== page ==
Fire starter: In the art of making fire, “two is one and one is none.” Always carry at least two ways to make fire…and practice your skill. In times of emergencies, we tend not to rise to the occasion, rather we fall back on our training. Fire is a game changer. Be warm, be seen, be found. There are so many options. I carry my Fire Escape, and the Woolly Mammoth (both of them I designed). If you choose to carry a lighter I will not be offended. But carry two of them! Also throw in some tinder. If I’m hiking any significant distance, I’m bringing a simple camp stove (MSR Pocket Rocket is my go-to stove.)

Shelter: I struggle here. I tend to call my NASA inspired emergency blanket my “shelter.” This is included in the MyMedic kit listed above. SOL also makes a light emergency bivvy which basically becomes a sleeping bag for an unexpected night. Do you have any recommendations for shelter?


Extra food: When I hiked my first winter 14er, I brought more than double of what I thought I would need. This doesn’t have to be complicated. I’m a fan of Lara Bars and RX Bars. I prefer to be able to read all the ingredients and know what I’m eating. I also like corn nuts. That salt becomes electrolytes and keeps me firing on all pistons. An injury or bad weather can always eat up an extra day. Unless you are packing a stove, it’s best practice to bring extra items that don’t require cooking. (i.e. I brought this extra Mountain House or Backpacker’s Pantry meal…does anyone have some boiling water?)

Extra water/water filter: My preferred rule of thumb is to drink half my weight in ounces a day. I read an article that states 75% of Americans are chronically dehydrated and we don’t even know it. Here is a couple of sources: Source 1, Source 2. Hydration means clear thoughts, a boost in metabolism, healthy kidneys, less headaches. Water allows those electrolytes work in your body! It also helps with healthy skin. I know what you’re thinking, I think it too…water is heavy! One gallon of it is 8.3 pounds! …bring a filter. Aquamira makes a nice inline filter for bladder pack systems and water bottles. 
Random Pro tip: Drop a straw in your standard Nalgene bottle. I saw my kid do it once and I called her crazy. Then I tried it. Have you ever been driving or walking and try and drink from these wide mouth bottles? …then find your neck and crew collared shirt wet? You’re not alone. I use a stainless straw with a silicone tip. It pokes out when I take the lid off and I never spill on myself. I wish I could take credit. I typically drop in 5 drops of Adventure Athletics Yukon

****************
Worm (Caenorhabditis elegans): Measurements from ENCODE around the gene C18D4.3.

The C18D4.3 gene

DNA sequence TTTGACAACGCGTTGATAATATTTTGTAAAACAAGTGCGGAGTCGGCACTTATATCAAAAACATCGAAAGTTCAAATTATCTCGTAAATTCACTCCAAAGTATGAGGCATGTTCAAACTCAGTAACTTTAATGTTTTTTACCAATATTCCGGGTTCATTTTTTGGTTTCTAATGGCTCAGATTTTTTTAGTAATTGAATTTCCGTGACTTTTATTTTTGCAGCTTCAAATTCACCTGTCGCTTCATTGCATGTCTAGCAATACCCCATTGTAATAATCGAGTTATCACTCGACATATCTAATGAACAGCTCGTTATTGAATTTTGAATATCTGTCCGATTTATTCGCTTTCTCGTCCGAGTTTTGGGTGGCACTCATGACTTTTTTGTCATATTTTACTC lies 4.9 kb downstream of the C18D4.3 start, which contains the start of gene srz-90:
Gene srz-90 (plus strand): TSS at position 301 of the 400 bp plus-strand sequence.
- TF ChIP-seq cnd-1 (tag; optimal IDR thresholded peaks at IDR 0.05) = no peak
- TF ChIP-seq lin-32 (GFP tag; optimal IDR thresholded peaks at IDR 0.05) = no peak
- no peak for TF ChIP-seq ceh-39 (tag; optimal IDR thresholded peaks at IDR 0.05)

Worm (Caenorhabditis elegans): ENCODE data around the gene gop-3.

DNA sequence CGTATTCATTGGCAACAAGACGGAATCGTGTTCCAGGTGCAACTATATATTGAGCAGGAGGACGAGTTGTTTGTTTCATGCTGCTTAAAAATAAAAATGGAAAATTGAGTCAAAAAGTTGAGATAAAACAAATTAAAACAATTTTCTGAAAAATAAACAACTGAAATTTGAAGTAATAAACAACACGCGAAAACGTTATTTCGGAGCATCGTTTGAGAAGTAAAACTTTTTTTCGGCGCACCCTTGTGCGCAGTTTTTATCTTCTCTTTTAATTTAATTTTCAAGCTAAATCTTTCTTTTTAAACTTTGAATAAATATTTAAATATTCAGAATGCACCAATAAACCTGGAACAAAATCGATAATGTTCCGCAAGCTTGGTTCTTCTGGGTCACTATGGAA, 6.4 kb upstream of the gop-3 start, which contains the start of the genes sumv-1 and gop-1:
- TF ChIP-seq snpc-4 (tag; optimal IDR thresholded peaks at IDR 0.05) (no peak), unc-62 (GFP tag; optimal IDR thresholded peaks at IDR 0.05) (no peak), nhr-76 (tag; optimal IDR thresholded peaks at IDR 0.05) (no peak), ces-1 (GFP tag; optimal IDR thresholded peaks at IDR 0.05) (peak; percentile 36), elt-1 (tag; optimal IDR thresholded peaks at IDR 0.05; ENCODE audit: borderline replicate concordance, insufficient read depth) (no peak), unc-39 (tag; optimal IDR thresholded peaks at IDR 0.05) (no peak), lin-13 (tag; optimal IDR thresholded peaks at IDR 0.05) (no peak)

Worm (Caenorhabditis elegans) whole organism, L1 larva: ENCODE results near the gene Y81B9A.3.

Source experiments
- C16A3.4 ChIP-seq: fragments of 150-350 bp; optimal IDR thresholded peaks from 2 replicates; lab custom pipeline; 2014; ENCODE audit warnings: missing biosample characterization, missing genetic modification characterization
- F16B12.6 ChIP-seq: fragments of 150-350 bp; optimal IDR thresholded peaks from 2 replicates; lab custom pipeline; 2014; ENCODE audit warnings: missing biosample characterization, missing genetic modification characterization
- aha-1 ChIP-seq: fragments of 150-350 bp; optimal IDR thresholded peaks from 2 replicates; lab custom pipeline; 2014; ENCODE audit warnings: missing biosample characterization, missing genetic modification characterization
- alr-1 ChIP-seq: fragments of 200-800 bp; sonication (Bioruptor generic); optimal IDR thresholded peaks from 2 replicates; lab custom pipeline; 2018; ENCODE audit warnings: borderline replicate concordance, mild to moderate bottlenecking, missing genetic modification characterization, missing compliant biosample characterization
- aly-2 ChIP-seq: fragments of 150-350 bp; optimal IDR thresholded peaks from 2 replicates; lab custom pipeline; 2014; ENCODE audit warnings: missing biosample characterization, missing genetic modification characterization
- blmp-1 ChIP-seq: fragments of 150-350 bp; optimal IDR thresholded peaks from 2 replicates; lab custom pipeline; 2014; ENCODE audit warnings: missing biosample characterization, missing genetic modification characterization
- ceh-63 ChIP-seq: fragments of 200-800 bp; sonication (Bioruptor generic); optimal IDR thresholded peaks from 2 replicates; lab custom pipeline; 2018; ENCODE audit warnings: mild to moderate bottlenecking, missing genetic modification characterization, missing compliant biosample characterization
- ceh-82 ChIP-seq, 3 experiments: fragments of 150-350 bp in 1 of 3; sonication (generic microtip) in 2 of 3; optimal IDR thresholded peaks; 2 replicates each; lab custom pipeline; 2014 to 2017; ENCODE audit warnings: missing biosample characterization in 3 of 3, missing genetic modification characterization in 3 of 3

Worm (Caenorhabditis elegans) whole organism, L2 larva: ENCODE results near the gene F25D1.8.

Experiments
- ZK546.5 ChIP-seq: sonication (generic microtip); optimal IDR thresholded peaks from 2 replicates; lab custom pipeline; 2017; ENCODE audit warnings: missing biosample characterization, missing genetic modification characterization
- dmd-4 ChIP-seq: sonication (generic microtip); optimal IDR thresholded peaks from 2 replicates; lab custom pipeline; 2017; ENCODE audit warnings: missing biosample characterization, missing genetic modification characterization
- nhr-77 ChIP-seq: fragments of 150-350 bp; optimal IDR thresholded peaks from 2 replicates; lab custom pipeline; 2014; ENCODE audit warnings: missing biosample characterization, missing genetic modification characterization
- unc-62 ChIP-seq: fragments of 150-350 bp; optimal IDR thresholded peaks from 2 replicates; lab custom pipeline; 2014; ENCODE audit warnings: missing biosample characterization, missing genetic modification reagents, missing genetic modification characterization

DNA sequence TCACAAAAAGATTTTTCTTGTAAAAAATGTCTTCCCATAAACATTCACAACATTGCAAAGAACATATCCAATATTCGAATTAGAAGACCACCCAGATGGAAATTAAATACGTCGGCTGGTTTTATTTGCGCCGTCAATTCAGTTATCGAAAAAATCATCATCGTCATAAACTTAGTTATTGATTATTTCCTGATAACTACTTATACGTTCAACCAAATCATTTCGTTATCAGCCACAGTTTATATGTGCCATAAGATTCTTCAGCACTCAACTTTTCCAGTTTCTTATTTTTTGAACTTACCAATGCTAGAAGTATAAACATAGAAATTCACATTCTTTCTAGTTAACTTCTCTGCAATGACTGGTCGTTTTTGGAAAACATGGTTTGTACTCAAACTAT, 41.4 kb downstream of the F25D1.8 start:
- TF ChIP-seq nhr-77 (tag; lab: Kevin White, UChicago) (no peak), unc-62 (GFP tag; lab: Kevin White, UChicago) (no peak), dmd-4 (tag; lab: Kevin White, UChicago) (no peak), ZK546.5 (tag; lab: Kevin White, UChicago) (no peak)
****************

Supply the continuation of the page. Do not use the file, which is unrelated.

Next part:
electrolytes in my bottle. I prefer not to cramp up in my hikes. This stuff works great.


Extra clothes: I was hiking Blanca Peak (Colorado 14er) and for a solid 20 minutes a couple of my buddies and I were pelted in a hailstorm as we were fully exposed above tree line with no large boulders to take cover under. Weather conditions can flip on you in a matter of minutes in the backcountry. When you are wet and finally get back to base camp, there is nothing like a fresh pair of dry socks and undies. At a minimum consider these basic extra layers. I also own a couple windbreaker jackets that are literally 1-ounce and smash down to nothing. Check the weather, think about bodies of water, and plan accordingly. By the way, I discovered these Mammoth Wool socks by Kim and Elliott. To quote them, “There is no question that happy feet make a happy hiker…” Now that these socks have seen numerous adventures, I can testify, these socks are fantastic. Merino wool is padded and supported in all the right spots, they help regulate foot temps and keep your toes dry, they made these right!
Another pro tip! I have no idea where I got this Gobi Gear sack. All I know is, I love it. They have 4 compartments in this ripstop Cordura super lightweight bag. At first, I thought, who cares? Then I used it a couple of times. I put first aid in one section, clean clothes in another. It forced me to be organized on a camping trip and I realized how useful it was. Check ‘em out, you might thank
yourself later.


I hope you found one or two golden nuggets from this. Do you have any favorite items in your 10-essential list? I would love to hear about them. I dare you to drop a line and start a conversation.

See you on the trails and explore with confidence,

Mike Mojica


  • Thanks for the info!!

    Rose Sams
  • rain gear . a signaling device in case of injury in a no signal area such as a whistle .

    Steven Cummins
  • Regarding shelter: one “shelter” that never leaves my day pack is a 3-5mm thick contractor trash bag. If you’re caught out unexpectedly for the night, or in worse weather than you’re prepared for, it does a good job. If you cut off one corner of the bottom, then put the trash bag on over your head with the corner hole in front of your face, you can scrunch down in it and be waterproof but still able to see and breathe. Also you can curl up in them like an emergency bivvy sac. I work as an outdoor guide, and I love handing out contractor bags to participants on day hikes because they’re inexpensive, they don’t usually tear or get holes, and they’re amazingly helpful if the day goes bad.

    Also on my list of personal favorite shelter items: emergency tarp (like the UST Survival Blanket/Tarp 2.0) with a couple lengths of parachute cord to tie it off if needed; and a rectangle of closed-cell foam pad. The foam can be cut from a cheap sleeping mat to the dimensions of the back panel of your day pack and slid right in the back, so it’s not bulky and messing with your gear space. Especially in winter or in the mountains, being able to get part of you off the cold ground makes a big difference.

  • Great update of the 10 essentials! As a 73 year old woman with Rheumatoid Arthritis who’s not willing to give up the outdoor life I appreciate your focus on light weight gear. I’ll be replacing a few of my 10 with some lighter versions.
    My gear suggestion is the “universal splash guard”. I’ve used them for years at home work &on the trail. No wet face or clothes, they dont fall out, easy to clean & you don’t have to fish them out of the bottle. And who doesn’t like a happy face (or other pretty design) facing you.